Breaking the Mould

The Institute for Safe Autonomy and the School for Business and Society at the University of York are leading a pilot study into the use of internal environment monitoring systems that could help with the detection of damp and mould in homes. Led by Philip Garnett, a professor in the School for Business and Society and Ethics Pillar Lead in the Institute for Safe Autonomy, and in collaboration with North Star Housing Group, AwareTag, and Waterstons. We will be placing sensors into social housing for the purpose of monitoring temperature and humidity levels with the aim of detecting conditions that might result in damp and the growth of mould, conditions that might eventually pose a risk to the tenant’s health. The project will run throughout 2024, and is focused on engagement with social housing tenants around the use of autonomous sensor systems in homes for the use in this sort of predictive analytics.

There has been a lot of interest in the issue of damp and mould in housing due to a number of tragic incidents over recent years, including the death of a two-year old Rochdale boy in late 2020. Due to this and other similar incidents there has been increased scrutiny of damp and mould in social housing by the Government, regulators and the Ombudsman, including the Government proposing changes to the Social Housing (Regulation) Act. The result of this will be more regulatory oversight of the management of damp and mould in homes. To assist with the monitoring of housing some social housing landlords are deploying internet of things technology (IoT), and other AI or machine learning driven technologies, in the form of temperature, humidity, and sometimes carbon dioxide sensors, with the hope that such technology can detect issues before it becomes a serious problem, and allow the landlord to act accordingly.

Rather than to focus on the efficacy of the technology alone, the purpose of this pilot study is to engage directly with the tenants of social housing to understand how they feel about the deployment of such sensors in their homes. With North Star Housing Group we will be conducting focus groups with groups of tenants to discuss the use of sensors broadly, enabling an open discussion about the positive and negative aspects of their use. AwareTag will also be supporting the deployment of sensors in a small number of homes to research their use in practice, and get feedback on the technology from tenants. Waterstons are also providing advice on how the technology can be secured and the privacy of tenants protected. The views of the tenants are central to this issue, and their opinion on whether a technological solution is in fact a valid solution to this issue, and if it is how that technology should be used and deployed. It is expected that this pilot study will lead to future research projects at a larger scale.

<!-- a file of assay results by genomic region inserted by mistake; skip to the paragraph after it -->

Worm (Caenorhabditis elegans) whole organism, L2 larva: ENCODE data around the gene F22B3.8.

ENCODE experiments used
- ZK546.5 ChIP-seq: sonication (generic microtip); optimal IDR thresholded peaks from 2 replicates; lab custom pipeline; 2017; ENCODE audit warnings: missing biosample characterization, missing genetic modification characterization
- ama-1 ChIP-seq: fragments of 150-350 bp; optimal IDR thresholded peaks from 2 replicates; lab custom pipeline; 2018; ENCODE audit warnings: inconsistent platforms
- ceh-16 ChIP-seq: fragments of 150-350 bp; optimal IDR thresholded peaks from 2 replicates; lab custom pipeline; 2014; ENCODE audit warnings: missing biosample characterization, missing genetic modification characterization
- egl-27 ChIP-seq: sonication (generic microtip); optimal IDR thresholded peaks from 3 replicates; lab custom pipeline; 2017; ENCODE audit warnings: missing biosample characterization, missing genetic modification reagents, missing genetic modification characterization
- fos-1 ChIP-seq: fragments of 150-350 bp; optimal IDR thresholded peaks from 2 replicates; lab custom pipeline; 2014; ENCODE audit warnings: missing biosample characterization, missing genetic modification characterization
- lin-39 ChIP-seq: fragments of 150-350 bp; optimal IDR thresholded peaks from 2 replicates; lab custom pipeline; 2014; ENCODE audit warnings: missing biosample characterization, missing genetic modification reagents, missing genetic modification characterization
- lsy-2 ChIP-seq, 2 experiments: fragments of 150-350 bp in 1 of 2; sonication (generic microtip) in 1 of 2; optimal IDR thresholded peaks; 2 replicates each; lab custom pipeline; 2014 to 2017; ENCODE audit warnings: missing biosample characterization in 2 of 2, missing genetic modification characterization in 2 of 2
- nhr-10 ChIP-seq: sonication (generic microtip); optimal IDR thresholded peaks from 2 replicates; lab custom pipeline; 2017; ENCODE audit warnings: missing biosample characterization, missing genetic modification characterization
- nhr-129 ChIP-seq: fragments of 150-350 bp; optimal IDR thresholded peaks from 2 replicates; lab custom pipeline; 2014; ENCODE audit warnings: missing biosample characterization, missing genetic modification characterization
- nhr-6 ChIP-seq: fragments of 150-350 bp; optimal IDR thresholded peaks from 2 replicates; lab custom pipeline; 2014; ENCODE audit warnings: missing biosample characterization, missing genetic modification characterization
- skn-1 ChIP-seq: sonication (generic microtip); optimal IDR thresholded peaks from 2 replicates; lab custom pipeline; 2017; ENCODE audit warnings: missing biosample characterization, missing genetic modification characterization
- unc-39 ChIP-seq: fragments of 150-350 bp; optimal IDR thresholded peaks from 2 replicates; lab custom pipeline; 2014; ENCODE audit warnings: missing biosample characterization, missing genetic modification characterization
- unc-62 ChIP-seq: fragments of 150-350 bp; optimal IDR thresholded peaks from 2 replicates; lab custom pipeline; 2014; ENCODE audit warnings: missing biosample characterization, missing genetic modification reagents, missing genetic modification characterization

“We are very excited to be working on this project, as it allows us to work with our customers to understand a landlords role in IoT devices and the data they produce. We are always looking for ways to innovative to provide an enhanced customer experience and offer but this work ensures we are doing so, consciously and keeping our customers involved”.

Sean Lawless – North Star Housing Group

This is a reposting of a blog posted on the Institute for Safe Autonmy’s LinkedIn page.

Total Systemic Failure?

My new paper, “Total Systemic Failure?”, is out (this link should get you a free copy for a limited time). I wanted to write something that was more a big picture look at how the world is working. Or perhaps how it isn’t working. I think there is a problem that the world is stuck arguing about whether climate change exists when it is a least possible that multiple global-systems are failing. I also wanted to write something that is very clearly about complexity theory and systems analysis.

Systemic Failure

So what is systemic failure? The paper goes through how complex systems theory describes how the world works. It then moves onto the idea that if a system is put under enough pressure, and this starts to affect the relationships between the parts of the system, then that system could collapse. This might either be a change in the nature of the system, so that the global system behaviour changing significantly. Or it might be that the system collapses completely.

We don’t have particularly good methods for understanding if a system is likely to collapse. How close it is, or if it is in the process of failing? We don’t know what we need to know. If we did then we might be better able to understand which systems are likely to fail, and perhaps what we might do to change that.

Total Systemic Failure

So what is different about total systemic failure? Here we are asking the question of if a number of systems start to fail, will this result in all systems failing? Systems are connected, and the degree to which they are connected and the significance of these connections is difficult to understand. Therefore, could the failure of one system precipitate the failure of another system? If this happens could it cause a cascade of failures? We do not understand how individual systems failure, we are even further away from understanding how a system-of-systems might fail.

What Can We Do?

We need to work out what state we are in, perhaps there are things we can do. Perhaps there is an opportunity to build a connected, distributed, sensor network that can provide data on global systems? It will not be easy to build this network, or analyse the data. Artificial intelligence could help, perhaps we can build AIs that can help develop the sensor network and also analyse the results. A global distributed sensor network. The AI could learn about what data is needed and what interventions could be made.

We need to start thinking more about the big picture. Otherwise we are going to find ourselves in a real mess with little hope of getting ourselves out of it.